The ROFR Code retains the existing requirement that sellers provide notice to the ROFR Parties of their intent to sell within three days of any offering or listing (the Offer Notice) and, despite the fact that tenants and tenant organizations do not have rights to purchase under the new ROFR Code, requires concurrent notice be provided to all tenants at the property. If the seller executes a contract with a buyer, the seller must provide each of the ROFR Parties with a ROFR; deliver notice of the proposed sale to each of the ROFR Parties, all tenants, any tenant organization for the property (if applicable), and the Howard County Department of Licenses, Permits and Inspection; and post notice of the proposed sale conspicuously at the property—in each case within 10 days of entering into a bona fide contract of sale (the Contract Notice). The lag between the Offer Notice and the Contract Notice is intended to afford the ROFR Parties with advance notice of the pending ROFR.

While the ROFR Parties are required to notify sellers if they do not intend to exercise their ROFRs within seven days of the Contract Notice, the ROFR Parties otherwise have up to 45 days after the Contract Notice to exercise their ROFR (the ROFR Expiration Date). As a result, while the ROFR Parties may indicate interest by actions such as requesting additional information about the property or access to the property for further investigation, it is possible that sellers may not obtain official confirmation of the intentions of a ROFR Party prior to the ROFR Expiration Date. If a ROFR offer is exercised, the applicable ROFR Party must complete the sale within 180 days of the Contract Notice (the ROFR Outside Date). Alternatively, if the ROFR Parties decline their ROFR, fail to exercise their ROFR prior to the ROFR Expiration Date, or fail to settle by the ROFR Outside Date, all ROFR rights lapse and the seller may proceed to closing.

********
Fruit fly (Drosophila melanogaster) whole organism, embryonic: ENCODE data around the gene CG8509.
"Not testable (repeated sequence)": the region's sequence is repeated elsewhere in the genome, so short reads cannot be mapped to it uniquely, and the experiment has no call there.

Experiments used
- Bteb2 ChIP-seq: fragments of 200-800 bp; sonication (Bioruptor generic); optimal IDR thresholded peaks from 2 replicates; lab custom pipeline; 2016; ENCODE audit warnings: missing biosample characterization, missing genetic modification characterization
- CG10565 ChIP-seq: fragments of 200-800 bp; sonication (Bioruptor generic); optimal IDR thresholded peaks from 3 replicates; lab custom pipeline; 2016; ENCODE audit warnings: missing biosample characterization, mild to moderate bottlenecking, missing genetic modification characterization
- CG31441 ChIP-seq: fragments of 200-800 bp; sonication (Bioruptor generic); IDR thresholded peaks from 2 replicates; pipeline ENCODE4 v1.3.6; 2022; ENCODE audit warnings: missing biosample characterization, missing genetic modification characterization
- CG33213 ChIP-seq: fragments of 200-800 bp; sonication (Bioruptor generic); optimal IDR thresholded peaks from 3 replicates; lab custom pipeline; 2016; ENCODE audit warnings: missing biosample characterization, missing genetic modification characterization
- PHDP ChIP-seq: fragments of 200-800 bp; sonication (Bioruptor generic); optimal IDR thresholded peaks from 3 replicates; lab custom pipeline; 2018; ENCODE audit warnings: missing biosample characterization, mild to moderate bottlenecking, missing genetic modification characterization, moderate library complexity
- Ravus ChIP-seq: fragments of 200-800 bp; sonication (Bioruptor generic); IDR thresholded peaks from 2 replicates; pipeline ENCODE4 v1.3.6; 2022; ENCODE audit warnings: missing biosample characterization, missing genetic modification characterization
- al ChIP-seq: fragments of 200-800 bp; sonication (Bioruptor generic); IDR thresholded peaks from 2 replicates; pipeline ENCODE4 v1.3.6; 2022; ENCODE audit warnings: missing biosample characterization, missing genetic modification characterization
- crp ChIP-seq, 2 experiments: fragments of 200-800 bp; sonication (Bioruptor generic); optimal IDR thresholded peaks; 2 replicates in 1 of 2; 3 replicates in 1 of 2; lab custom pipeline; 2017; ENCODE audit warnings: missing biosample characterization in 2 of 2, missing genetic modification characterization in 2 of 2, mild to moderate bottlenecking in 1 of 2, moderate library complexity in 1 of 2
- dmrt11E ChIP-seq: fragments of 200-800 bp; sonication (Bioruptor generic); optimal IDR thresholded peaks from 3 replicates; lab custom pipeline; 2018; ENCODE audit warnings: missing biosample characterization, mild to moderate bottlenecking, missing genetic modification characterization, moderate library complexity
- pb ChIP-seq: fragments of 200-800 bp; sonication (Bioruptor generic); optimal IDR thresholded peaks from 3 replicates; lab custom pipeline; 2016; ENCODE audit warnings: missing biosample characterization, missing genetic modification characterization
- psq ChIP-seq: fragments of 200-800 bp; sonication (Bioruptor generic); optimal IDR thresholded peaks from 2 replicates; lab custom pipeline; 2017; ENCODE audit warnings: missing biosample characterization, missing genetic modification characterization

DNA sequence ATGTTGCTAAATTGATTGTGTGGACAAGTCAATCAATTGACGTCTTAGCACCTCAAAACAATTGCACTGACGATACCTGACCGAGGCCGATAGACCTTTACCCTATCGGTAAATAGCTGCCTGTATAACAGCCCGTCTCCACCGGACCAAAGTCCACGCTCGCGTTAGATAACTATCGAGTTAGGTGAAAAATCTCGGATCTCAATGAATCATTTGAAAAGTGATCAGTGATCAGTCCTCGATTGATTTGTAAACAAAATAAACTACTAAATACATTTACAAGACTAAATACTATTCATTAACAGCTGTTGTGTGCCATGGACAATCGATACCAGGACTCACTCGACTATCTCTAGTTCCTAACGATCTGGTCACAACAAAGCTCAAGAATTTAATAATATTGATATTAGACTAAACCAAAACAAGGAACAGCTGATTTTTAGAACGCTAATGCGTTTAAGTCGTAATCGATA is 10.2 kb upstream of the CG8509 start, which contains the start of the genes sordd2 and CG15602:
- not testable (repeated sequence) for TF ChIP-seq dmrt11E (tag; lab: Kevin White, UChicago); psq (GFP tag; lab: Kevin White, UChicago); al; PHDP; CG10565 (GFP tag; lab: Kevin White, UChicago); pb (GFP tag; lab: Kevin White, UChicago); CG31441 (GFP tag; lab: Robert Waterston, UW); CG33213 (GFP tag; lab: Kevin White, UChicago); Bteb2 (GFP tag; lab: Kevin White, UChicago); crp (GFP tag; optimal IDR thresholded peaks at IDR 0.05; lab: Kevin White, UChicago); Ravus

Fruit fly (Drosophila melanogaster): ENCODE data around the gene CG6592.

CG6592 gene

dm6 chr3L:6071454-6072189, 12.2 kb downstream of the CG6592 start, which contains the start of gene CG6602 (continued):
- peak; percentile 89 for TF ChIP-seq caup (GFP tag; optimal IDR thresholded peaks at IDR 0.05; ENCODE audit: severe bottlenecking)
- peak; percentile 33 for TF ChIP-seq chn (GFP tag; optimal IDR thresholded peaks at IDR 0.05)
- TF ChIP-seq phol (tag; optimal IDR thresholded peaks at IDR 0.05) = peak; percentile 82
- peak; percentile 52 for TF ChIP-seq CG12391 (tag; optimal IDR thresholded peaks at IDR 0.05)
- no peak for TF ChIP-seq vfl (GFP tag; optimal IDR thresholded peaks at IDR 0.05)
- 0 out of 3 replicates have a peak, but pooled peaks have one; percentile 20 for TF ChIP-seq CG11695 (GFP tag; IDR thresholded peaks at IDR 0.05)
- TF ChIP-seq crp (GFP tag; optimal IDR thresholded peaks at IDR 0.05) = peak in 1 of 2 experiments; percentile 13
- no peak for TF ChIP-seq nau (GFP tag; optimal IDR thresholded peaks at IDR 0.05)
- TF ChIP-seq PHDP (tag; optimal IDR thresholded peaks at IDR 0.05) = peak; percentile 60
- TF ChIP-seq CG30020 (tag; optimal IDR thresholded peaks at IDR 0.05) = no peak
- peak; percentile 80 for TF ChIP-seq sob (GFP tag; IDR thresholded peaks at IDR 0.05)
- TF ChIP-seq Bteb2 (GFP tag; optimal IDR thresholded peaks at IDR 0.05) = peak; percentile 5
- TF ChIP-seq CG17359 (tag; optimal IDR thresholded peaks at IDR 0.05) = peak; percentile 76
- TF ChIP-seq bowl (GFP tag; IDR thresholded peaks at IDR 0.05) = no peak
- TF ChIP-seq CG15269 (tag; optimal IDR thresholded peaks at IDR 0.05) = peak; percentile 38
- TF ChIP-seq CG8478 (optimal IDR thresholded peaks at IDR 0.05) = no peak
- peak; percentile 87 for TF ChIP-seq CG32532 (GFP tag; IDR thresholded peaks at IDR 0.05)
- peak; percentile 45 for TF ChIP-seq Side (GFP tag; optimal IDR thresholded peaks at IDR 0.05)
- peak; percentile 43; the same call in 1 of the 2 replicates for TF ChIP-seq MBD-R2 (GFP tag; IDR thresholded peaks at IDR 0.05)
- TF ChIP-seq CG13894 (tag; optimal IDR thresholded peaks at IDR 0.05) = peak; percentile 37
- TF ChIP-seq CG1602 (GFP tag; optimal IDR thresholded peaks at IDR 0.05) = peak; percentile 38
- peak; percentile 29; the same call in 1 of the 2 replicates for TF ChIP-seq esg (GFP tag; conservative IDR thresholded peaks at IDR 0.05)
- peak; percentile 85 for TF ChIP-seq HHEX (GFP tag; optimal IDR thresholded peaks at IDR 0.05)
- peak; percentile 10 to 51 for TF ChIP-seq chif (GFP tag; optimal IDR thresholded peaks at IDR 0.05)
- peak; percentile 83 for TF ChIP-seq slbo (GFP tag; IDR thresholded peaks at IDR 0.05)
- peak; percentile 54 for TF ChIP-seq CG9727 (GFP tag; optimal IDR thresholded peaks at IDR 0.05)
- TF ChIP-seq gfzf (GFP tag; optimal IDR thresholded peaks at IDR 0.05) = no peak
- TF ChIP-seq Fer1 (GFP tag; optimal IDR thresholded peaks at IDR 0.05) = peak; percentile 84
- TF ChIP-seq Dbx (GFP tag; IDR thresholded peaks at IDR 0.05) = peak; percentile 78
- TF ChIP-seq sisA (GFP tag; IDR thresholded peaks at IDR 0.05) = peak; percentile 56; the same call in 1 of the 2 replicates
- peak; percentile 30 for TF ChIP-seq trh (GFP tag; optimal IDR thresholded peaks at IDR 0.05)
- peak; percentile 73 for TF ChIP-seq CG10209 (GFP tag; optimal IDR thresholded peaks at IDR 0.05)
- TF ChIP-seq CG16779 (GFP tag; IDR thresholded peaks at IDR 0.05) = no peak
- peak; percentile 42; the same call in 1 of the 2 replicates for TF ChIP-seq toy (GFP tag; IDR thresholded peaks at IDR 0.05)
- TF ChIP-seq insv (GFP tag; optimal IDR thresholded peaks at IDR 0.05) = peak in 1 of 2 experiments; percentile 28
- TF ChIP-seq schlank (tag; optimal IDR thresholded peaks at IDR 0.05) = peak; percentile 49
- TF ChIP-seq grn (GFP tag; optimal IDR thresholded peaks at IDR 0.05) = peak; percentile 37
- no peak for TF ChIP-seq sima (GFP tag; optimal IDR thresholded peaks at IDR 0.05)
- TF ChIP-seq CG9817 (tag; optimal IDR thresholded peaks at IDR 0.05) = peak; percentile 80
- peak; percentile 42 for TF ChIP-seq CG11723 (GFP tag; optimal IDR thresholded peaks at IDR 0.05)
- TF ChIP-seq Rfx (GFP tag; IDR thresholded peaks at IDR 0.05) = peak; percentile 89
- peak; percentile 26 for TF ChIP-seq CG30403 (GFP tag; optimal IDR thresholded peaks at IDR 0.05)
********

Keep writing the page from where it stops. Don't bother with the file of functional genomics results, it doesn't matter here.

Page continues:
In Prince George’s County and Montgomery County following the waiver or lapse of ROFR rights, governmental authorities issue certificates of compliance. These certificates are relied upon by sellers, buyers, lenders, and title companies as conclusive evidence of compliance with ROFR laws. Unlike its neighboring counties, the new ROFR Code does not currently contemplate official certification by any Howard County department or agency. In fact, under the new ROFR Code, sellers must deliver certificates confirming compliance with the ROFR Code to the ROFR Parties (with respect to notice compliance) and the Howard County Department of Finance (with respect to compliance generally); copies may be recorded with the deed transferring title. We are currently exploring alternatives with the Howard County authorities that will provide more certainty to all parties.

We expect that the interpretations and implementation of the ROFR Code will continue and evolve.

The Ballard Spahr Mixed Use, Condominium, and Multifamily Team will continue to proactively engage in the evolution of this law and process and will remain available to assist multifamily property owners and investors with complying with the requirements of the new ROFR Code and addressing questions that may arise.


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This alert is a periodic publication of Ballard Spahr LLP and is intended to notify recipients of new developments in the law. It should not be construed as legal advice or legal opinion on any specific facts or circumstances. The contents are intended for general informational purposes only, and you are urged to consult your own attorney concerning your situation and specific legal questions you have.